Monday, February 27, 2023


The only thing worse than a bad BL romance is a bad BL romance that ruins an otherwise good concept for a manga.

LOVE RECIPE, by Kirico Higashizato.  First published in 2005 and first published in North America in 2007.


Tomonori Ozawa was hoping to get the journalist job of his dreams, but instead he's working as an editor at a BL magazine.  His duties force him to cross paths with the magazine's most successful mangaka, Sakurako Kakyoin.  It turns out that Kakyoin is a man using a female pen-name, one who is drawn to Ozawa's innate adorableness and determined to turn their professional relationship into a very personal one.  Will Kakyoin ever get the message across to his oblivious editor?  Will Ozawa ever feel comfortable with the world of gay romance?


This is an unusually meta BL manga, in that it's a BL about making BL.  I was surprised by how much I was enjoying it...until all the sexual assault started.  

Love Recipe does try to be kind of serious about the hard work that goes into editing manga.  It's not going to give Bakuman a run for its money, but Higashizato makes it clear how many small, mundane tasks are part of the manga editor experience.  Ozawa is doing things like reviewing reader surveys and looking over drafts.  He even has to figure out which particular font is best to evoke a particular mood in a chapter.  Higashizato manages to wring a lot of decent humor out of these otherwise dry process, creating an effective (if somewhat predictable) workplace comedy.  In a genre that's largely dominated by romantic melodrama, that's actually rather novel.

Alas, the same cannot be said for its notion of romance.

As is so often the case in older BL, the relationship between Ozawa and Kakyoin isn't based on mutual attraction and understanding but instead on one guy forcing himself on the smaller guy until the Stockholm syndrome kicks in.  Worse still, the people around Ozawa are no help.  Kakyoin's maid uniform-wearing assistants mostly coo and squee over their interactions when they're not photographing their boss sexually assaulting his editor as "research" for a scene.  Even Ozawa's boss isn't above using Ozawa as a carrot to motivate the otherwise troublesome Kakyoin.  Much ado is made about how 'moe' Ozawa is and how this makes him irresistible.  Don't hold your breath if you want someone - anyone! - to explain what moe is beyond some nonsense about imagination and emotion.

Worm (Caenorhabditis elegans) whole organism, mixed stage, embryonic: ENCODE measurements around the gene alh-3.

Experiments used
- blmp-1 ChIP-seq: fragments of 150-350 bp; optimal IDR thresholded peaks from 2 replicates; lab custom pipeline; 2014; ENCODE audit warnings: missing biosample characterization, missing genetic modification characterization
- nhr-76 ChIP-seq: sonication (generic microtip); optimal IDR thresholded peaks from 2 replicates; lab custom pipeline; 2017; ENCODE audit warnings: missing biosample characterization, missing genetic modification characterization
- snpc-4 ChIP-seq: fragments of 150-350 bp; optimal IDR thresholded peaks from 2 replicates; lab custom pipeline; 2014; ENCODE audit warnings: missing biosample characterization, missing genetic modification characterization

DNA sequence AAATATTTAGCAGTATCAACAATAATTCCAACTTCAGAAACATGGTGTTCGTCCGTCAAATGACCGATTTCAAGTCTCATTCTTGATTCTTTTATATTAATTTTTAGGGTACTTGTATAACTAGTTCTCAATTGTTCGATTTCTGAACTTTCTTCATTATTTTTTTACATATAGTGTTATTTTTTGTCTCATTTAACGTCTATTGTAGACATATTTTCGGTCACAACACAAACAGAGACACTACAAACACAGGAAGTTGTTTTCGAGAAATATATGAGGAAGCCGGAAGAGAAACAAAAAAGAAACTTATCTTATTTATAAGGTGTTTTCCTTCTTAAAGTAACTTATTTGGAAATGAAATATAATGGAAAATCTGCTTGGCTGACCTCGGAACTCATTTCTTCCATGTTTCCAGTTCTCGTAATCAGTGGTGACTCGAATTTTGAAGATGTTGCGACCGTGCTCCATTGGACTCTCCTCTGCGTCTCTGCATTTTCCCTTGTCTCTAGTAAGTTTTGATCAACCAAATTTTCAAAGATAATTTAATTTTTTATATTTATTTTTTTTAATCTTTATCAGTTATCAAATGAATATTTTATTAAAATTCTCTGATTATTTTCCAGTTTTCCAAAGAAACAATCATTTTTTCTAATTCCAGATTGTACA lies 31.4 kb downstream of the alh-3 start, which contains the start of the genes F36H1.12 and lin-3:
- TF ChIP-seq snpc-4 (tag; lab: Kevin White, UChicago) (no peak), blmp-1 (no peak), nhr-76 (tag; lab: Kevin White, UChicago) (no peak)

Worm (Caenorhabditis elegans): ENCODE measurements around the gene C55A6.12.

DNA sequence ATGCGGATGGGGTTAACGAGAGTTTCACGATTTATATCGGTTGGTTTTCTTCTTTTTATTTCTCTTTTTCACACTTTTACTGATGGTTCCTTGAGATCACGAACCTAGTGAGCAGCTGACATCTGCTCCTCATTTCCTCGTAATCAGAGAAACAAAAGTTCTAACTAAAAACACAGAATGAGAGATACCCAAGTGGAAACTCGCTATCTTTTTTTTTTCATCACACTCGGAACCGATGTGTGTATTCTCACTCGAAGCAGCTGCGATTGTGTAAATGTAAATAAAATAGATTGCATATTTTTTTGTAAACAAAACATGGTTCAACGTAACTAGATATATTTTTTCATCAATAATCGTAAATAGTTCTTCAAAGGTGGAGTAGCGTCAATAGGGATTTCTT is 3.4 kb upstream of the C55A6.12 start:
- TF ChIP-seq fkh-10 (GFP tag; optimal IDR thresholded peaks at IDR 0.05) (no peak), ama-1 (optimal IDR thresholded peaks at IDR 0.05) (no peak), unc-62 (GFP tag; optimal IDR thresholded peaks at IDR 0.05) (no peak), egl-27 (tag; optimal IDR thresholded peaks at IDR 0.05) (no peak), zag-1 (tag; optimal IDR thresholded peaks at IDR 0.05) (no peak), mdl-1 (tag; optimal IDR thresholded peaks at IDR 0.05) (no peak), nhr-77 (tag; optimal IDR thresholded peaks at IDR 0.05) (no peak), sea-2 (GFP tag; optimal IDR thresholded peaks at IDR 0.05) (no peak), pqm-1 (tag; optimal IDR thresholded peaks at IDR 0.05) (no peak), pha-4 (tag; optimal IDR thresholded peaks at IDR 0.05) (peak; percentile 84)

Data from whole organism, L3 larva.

As infuriating as I found the romance, I do feel like the professional side of it is a better story that is desperately trying to get out.  Ozawa wasn't familiar in the slightest with BL before he started this job and he makes a genuine effort to understand the material he's working with.  He gives Kakyoin legitimately good constructive advice on his manga (even if he's oblivious that Kakyoin is using said manga to write out his own demented fanfic of their relationship).  He even goes so far as to study Kakyoin's ridiculously large library of doujin (which true to the time period appears to feature characters from Fullmetal Alchemist, Detective Conan, Prince of Tennis, and Hikaru no Go).  He's not always comfortable with BL, but he strives to do his best and Kakyoin recognizes and praises his efforts.  Part of me wishes that Higashizato had their own Ozawa to alter this Love Recipe to take out the rapey seme/uke nonsense and focus more on the metatextual stuff.


I was honestly a little surprised by the art.  The character designs don't stray far from genre conventions; Ozawa is tiny, rounded, and boyishly cute while Kakyoin is tall, gangly, angular, and leering.  Yet Higashizato has a better grasp on anatomy and movement than many of her peers of the time.  There's a lot more women here than you typically see in a BL manga, and while they are equally stylized in look there is a lot of variety.  There's a lot of big comedy reactions, with Ozawa in particular getting some spectacular super-deformed looks of shock.  In comparison, the sex is much more mellow and vague (that is, if you can get past the regular lack of consent).  It mostly consists of half-drawn, mercifully unexplicit snuggles as the two float over a limbo of screentones.


Love Recipe has the ingredients necessary to make a perfectly fun workplace manga about making BL manga and looks decent to boot, but it's all thrown off by its extremely distasteful excuse of a romance.  I don't entirely regret reading it, but I can't say it's worth the effort to hunt it down these days.

This series was published by Digital Manga Press.  This series is complete in Japan with 2 volumes available.  Both volumes were released and are currently out of print.

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